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 for With a will
From The Collaborative International Dictionary of English v.0.48 :

  Will \Will\, n. [OE. wille, AS. willa; akin to OFries. willa,
     OS. willeo, willio, D. wil, G. wille, Icel. vili, Dan.
     villie, Sw. vilja, Goth wilja. See Will, v.]
     [1913 Webster]
     1. The power of choosing; the faculty or endowment of the
        soul by which it is capable of choosing; the faculty or
        power of the mind by which we decide to do or not to do;
        the power or faculty of preferring or selecting one of two
        or more objects.
        [1913 Webster]
              It is necessary to form a distinct notion of what is
              meant by the word "volition" in order to understand
              the import of the word will, for this last word
              expresses the power of mind of which "volition" is
              the act.                              --Stewart.
        [1913 Webster]
              Will is an ambiguous word, being sometimes put for
              the faculty of willing; sometimes for the act of
              that faculty, besides [having] other meanings. But
              "volition" always signifies the act of willing, and
              nothing else.                         --Reid.
        [1913 Webster]
              Appetite is the will's solicitor, and the will is
              appetite's controller; what we covet according to
              the one, by the other we often reject. --Hooker.
        [1913 Webster]
              The will is plainly that by which the mind chooses
              anything.                             --J. Edwards.
        [1913 Webster]
     2. The choice which is made; a determination or preference
        which results from the act or exercise of the power of
        choice; a volition.
        [1913 Webster]
              The word "will," however, is not always used in this
              its proper acceptation, but is frequently
              substituted for "volition", as when I say that my
              hand mover in obedience to my will.   --Stewart.
        [1913 Webster]
     3. The choice or determination of one who has authority; a
        decree; a command; discretionary pleasure.
        [1913 Webster]
              Thy will be done.                     --Matt. vi.
        [1913 Webster]
              Our prayers should be according to the will of God.
        [1913 Webster]
     4. Strong wish or inclination; desire; purpose.
        [1913 Webster]
     Note: "Inclination is another word with which will is
           frequently confounded. Thus, when the apothecary says,
           in Romeo and Juliet, 
           [1913 Webster]
                 My poverty, but not my will, consents; . . .
                 Put this in any liquid thing you will,
                 And drink it off.
           [1913 Webster] the word will is plainly used as,
           synonymous with inclination; not in the strict logical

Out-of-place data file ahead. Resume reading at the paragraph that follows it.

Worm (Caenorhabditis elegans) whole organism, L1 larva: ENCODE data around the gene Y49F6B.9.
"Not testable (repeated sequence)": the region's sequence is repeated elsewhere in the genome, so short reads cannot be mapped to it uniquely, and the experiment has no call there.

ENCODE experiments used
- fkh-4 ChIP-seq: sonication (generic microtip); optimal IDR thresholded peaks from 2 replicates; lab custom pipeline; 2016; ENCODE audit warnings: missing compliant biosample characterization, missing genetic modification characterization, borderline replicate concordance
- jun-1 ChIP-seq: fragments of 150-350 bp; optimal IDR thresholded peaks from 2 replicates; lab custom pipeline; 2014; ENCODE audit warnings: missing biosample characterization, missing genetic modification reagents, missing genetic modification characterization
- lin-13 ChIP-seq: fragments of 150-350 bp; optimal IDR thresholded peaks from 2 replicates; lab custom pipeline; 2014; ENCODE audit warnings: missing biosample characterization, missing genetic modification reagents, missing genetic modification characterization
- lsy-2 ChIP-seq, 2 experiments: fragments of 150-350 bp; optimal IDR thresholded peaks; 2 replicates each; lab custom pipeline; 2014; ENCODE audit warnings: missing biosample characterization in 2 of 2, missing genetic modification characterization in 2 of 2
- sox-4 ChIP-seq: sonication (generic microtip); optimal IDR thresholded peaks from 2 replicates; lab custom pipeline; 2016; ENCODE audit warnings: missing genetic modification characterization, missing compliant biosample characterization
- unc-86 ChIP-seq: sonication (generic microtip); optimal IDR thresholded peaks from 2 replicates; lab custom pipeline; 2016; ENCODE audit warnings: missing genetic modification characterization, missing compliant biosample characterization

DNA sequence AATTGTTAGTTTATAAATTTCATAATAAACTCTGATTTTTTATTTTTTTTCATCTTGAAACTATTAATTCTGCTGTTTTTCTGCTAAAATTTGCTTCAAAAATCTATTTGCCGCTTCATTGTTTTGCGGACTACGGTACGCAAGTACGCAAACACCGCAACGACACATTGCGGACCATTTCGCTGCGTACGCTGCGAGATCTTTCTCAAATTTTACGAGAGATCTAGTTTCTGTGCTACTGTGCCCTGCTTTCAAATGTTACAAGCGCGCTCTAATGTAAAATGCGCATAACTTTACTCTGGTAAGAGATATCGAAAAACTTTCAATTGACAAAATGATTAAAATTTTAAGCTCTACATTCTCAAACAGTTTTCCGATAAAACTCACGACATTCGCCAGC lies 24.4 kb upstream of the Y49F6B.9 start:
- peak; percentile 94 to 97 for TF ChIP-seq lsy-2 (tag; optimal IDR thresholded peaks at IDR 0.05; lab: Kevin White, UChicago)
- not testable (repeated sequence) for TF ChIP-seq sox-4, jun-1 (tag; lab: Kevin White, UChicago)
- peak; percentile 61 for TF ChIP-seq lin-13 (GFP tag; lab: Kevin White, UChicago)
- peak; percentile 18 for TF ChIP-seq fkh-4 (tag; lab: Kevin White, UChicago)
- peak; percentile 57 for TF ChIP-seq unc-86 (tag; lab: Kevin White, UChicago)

sense, as the immediate antecedent of action. It is
           with the same latitude that the word is used in common
           conversation, when we speak of doing a thing which duty
           prescribes, against one's own will; or when we speak of
           doing a thing willingly or unwillingly." --Stewart.
           [1913 Webster]
     5. That which is strongly wished or desired.
        [1913 Webster]
              What's your will, good friar?         --Shak.
        [1913 Webster]
              The mariner hath his will.            --Coleridge.
        [1913 Webster]
     6. Arbitrary disposal; power to control, dispose, or
        [1913 Webster]
              Deliver me not over unto the will of mine enemies.
                                                    --Ps. xxvii.
        [1913 Webster]
     7. (Law) The legal declaration of a person's mind as to the
        manner in which he would have his property or estate
        disposed of after his death; the written instrument,
        legally executed, by which a man makes disposition of his
        estate, to take effect after his death; testament; devise.
        See the Note under Testament, 1.
        [1913 Webster]
     Note: Wills are written or nuncupative, that is, oral. See
           Nuncupative will, under Nuncupative.
           [1913 Webster]
     At will (Law), at pleasure. To hold an estate at the will
        of another, is to enjoy the possession at his pleasure,
        and be liable to be ousted at any time by the lessor or
        proprietor. An estate at will is at the will of both
     Good will. See under Good.
     Ill will, enmity; unfriendliness; malevolence.
     To have one's will, to obtain what is desired; to do what
        one pleases.
     Will worship, worship according to the dictates of the will
        or fancy; formal worship. [Obs.]
     Will worshiper, one who offers will worship. [Obs.] --Jer.
     With a will, with willingness and zeal; with all one's
        heart or strength; earnestly; heartily.
        [1913 Webster]

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